20 November 2022
The liminal space between the UK Government Autumn statement and the Supreme Court decision on Wednesday illuminates the power and potential of full fiscal autonomy, and how it might be in an independent Scotland. How does this sit with corporate wellbeing? Lucy Beattie takes you on a journey from Patagonia to the Highlands of Scotland and back again to Chile.
Yvon Chouinard, founder of outdoor clothing company Patagonia, hit the headlines recently with his Project Chacabuco, named after a fishing spot in Chile. This somewhat enigmatic name was given to the succession plan that saw the founder of Patagonia donate the entire company stock and profits to help fight the climate crisis. “Earth is now our only shareholder”, stated Yvon Chouinard in a recent press release that explained his actions.
When I took on a family farming business based near Ullapool in my early twenties, I was idealistic and green in almost every sense of the word. I had no idea how to run a business, but I knew that ethical and environmental principles had to be at the heart of it. So I set out on a long journey of reinventing the family farm as a biodynamic organic veg box scheme with social housing properties, tourism and sheep farming on the side.
At the heart of the business were the people who lived and worked on the farm. One day, in the local library business planning section, I found Chouinard’s noteworthy book on business strategy Let my People go Surfing. Like Chouinard, I too, felt like a reluctant entrepreneur. The autobiography inspired me, and I applied a lot of it to my own situation to great effect.
Corporate wellbeing isn’t about a spa day
The concept of corporate wellbeing does not refer to team building or away days in a health spa, although that may be part of it. The concept of wellbeing within a business ensures that your activity promotes sustainable growth supported by the mental, physical, emotional and economic health of those who work in the organisation. Crucially, a business should be run legally and ethically, and part of that includes paying taxes.
Project Chacabuco does not allow the Chouinard family to receive any tax benefits; in fact, it is quite the opposite: they will have to pay £1.75million dollars in gifted shares. Westminster seems to be reluctant to take the same route, although the current Chancellor did extend the top rate of income tax down to include those earning over £125,000. However, thanks to devolution, Scotland has its own tax raising powers – which the BBC News recently framed as a “tax gap” – and will be able to take its own measures.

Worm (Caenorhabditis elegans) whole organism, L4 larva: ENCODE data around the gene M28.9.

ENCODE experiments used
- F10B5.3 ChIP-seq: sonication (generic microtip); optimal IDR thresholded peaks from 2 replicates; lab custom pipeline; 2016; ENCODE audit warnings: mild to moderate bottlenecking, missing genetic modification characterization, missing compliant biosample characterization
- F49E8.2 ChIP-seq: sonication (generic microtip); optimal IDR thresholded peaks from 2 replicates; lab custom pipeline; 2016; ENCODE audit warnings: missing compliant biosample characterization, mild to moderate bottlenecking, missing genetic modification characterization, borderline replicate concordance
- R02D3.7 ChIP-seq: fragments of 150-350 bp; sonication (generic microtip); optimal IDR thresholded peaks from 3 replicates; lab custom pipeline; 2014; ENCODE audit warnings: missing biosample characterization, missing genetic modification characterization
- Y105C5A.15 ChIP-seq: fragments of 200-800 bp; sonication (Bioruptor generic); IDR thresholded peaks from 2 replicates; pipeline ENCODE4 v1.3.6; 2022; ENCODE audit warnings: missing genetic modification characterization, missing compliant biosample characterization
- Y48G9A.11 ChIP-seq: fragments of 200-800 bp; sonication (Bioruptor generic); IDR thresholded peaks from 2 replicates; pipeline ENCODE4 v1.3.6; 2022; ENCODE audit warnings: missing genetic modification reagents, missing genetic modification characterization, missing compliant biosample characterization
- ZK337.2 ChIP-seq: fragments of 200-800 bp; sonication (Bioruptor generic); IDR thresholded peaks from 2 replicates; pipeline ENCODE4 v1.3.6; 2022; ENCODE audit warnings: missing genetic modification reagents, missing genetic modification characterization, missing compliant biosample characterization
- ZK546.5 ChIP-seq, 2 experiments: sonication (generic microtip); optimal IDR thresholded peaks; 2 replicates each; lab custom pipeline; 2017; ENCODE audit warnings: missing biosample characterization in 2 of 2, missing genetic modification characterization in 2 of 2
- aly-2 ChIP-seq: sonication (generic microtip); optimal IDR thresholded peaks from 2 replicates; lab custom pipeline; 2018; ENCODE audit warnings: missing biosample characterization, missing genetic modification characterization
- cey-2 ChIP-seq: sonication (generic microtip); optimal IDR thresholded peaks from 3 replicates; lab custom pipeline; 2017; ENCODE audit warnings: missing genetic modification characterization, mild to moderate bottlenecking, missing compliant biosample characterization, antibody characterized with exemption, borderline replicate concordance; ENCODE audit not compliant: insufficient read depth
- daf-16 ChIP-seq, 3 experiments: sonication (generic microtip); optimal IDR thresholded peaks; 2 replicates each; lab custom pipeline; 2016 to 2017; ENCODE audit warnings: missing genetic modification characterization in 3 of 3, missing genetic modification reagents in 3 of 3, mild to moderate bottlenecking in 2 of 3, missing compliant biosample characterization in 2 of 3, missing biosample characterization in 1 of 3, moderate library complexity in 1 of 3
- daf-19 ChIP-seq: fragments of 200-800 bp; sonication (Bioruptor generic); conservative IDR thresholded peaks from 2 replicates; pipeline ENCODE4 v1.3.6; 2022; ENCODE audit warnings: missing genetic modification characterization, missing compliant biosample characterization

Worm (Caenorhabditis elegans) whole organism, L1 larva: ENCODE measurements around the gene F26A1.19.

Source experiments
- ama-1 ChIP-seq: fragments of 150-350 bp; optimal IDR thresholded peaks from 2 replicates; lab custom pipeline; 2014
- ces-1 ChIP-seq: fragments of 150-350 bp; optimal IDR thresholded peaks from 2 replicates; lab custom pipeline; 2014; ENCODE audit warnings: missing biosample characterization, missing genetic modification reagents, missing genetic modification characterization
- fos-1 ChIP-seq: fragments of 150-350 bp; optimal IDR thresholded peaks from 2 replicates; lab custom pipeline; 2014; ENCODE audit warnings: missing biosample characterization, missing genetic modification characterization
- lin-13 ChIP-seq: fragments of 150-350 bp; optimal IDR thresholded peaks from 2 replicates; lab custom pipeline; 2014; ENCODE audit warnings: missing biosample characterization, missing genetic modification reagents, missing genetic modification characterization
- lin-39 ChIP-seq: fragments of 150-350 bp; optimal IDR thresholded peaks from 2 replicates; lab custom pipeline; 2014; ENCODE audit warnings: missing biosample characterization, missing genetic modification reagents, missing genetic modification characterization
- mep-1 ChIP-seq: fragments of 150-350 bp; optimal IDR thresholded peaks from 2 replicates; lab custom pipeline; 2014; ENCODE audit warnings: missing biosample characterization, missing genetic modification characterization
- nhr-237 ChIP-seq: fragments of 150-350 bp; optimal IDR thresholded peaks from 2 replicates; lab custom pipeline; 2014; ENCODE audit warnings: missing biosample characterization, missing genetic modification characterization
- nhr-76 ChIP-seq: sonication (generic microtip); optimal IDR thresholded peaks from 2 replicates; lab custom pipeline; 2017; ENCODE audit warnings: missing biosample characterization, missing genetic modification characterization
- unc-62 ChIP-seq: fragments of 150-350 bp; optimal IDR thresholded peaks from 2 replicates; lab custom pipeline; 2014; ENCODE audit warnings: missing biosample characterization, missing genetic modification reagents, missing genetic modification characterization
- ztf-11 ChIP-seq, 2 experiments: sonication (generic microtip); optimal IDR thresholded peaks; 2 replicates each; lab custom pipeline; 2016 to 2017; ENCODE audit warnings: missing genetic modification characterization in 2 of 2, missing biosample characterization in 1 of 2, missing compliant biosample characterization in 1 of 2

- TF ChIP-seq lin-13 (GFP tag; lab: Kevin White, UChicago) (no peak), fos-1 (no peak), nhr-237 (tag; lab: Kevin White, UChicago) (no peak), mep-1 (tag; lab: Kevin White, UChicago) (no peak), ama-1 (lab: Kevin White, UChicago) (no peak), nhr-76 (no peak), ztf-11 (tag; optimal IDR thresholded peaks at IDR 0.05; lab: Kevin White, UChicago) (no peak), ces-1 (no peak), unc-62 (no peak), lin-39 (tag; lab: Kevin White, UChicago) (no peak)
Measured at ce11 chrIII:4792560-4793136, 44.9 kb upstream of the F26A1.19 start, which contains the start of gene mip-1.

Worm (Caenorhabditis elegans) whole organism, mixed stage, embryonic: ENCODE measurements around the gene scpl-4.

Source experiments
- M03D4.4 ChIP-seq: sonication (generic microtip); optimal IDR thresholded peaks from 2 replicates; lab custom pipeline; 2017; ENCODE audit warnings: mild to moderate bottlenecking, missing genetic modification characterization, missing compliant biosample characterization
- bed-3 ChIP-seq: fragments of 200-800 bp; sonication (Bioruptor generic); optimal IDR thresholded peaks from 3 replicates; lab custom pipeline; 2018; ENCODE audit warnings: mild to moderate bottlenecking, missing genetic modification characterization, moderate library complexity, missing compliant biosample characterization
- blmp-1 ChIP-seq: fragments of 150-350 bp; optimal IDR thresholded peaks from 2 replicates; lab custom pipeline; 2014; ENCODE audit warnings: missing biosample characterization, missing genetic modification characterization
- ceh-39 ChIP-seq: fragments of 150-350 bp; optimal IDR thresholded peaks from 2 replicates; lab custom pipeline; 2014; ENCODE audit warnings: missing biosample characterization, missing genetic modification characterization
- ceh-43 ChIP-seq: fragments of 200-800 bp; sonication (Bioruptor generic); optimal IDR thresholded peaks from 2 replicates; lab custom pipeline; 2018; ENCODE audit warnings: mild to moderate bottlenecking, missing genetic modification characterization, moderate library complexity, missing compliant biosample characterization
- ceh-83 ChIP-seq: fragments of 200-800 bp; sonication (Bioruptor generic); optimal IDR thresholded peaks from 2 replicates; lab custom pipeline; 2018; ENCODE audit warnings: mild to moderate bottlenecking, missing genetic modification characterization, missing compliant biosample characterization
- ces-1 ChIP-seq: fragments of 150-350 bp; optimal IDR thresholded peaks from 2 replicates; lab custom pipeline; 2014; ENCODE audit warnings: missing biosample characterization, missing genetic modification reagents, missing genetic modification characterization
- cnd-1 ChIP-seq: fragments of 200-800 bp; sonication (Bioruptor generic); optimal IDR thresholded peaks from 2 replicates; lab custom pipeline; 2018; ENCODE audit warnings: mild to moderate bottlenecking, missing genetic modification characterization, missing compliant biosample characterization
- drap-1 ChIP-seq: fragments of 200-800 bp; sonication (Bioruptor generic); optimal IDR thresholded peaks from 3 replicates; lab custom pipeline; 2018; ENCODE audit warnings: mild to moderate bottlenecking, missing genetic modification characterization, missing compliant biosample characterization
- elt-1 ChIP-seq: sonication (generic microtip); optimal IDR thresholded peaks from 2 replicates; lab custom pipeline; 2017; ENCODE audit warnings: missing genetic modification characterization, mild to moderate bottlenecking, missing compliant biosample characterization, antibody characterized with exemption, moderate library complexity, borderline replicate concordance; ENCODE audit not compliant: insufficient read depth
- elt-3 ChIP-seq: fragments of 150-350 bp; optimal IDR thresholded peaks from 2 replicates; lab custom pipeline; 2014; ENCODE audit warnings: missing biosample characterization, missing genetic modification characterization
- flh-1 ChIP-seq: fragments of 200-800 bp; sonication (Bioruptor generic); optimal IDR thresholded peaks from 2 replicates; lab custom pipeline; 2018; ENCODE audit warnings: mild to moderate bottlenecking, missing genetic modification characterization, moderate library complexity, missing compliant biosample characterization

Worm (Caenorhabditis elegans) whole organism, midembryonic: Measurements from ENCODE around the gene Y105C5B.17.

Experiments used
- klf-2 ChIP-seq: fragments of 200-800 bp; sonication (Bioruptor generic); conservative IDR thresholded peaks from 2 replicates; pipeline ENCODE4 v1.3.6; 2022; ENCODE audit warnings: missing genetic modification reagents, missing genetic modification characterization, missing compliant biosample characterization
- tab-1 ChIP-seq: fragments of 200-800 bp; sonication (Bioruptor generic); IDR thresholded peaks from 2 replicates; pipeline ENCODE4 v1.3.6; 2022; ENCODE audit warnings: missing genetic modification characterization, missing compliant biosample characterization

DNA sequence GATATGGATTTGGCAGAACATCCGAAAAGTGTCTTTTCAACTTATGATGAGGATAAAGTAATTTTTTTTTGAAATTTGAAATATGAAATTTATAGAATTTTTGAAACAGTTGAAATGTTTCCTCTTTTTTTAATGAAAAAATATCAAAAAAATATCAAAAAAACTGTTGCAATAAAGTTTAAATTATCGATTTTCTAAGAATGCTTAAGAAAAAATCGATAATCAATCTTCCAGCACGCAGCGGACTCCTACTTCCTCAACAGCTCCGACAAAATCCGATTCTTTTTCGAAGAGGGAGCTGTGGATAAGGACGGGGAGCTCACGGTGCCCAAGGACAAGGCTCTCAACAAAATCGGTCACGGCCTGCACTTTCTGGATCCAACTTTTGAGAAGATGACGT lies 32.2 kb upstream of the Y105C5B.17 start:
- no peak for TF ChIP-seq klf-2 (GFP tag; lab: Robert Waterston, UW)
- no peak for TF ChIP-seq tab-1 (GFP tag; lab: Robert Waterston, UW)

Re-framing the Scottish income “tax gap”
If you live in Scotland, you will not just notice the income tax gap. You will also notice other gaps that distinguish Scotland from the rest of the UK. Fee-free access to undergraduate education, free bus travel for all those aged 5–21 and over 60, free musical instrument tuition for pupils in schools, fully-funded early learning and childcare, and standard bursaries for nurses, midwives and paramedics are just a few examples of the “gaps” that exist between Scotland and the rest of the UK.
So how does this contribute to wellbeing? Indicators such as biodiversity, greenhouse gases, educational attainment, income inequality and young people’s participation are all used as measures to benchmark Scotland as a wellbeing economy in relation to other nations. Arguably, policy and practice feed into all these aspects of Scotland’s wellbeing economy. And this should be an important consideration for any business looking to locate in Scotland.
Nae Pasaran – Rolls Royce and the Lanarkshire connection
Back to Chile, in contrast to Chouinard, the despotic Pinochet regime of the 1970s saw Scottish workers at the East Kilbride Rolls Royce factory come together in solidarity when they downed tools and refused to repair and service engines for the Chilean air force Hawker Hunter military jets. Jets that were being used to oppress Chileans. This stance against the capitalist arms model brought about significant change. It saw corporate power obscured by grassroots-led ethical accountability, and in 2015 the Chilean Government bestowed the highest civilian honour for non-Chilean citizens to the men involved in this action.
At a community venue near the UWS Lanarkshire campus, where I now study, I met and chatted with pensioners living in Hamilton who previously worked for Rolls Royce. They are concerned about taxes, the cost-of-living crisis and the loss of jobs in the area. “Rolls Royce had seven factories in Lanarkshire in my day, now there is just one in Inchinnan, and they say that’s likely to close and go down the road to Derbyshire.”
The Scottish government should take a leaf out of Chouinard’s book
Individuals may see themselves paying a higher rate of tax in Scotland compared to the rest of the UK, but most feel content that the additional revenue supports targeted social and economic support for Scotland. There is one exception, however – corporation tax. This remains a matter devolved to the Westminster Government. Independence would go beyond “devo max”, or full fiscal autonomy, and arguably this would seem the best solution to bring corporations on board, to get them to put their money where their mouth is and take the risk, to be part of the reward, that supports a wellbeing economy in Scotland.
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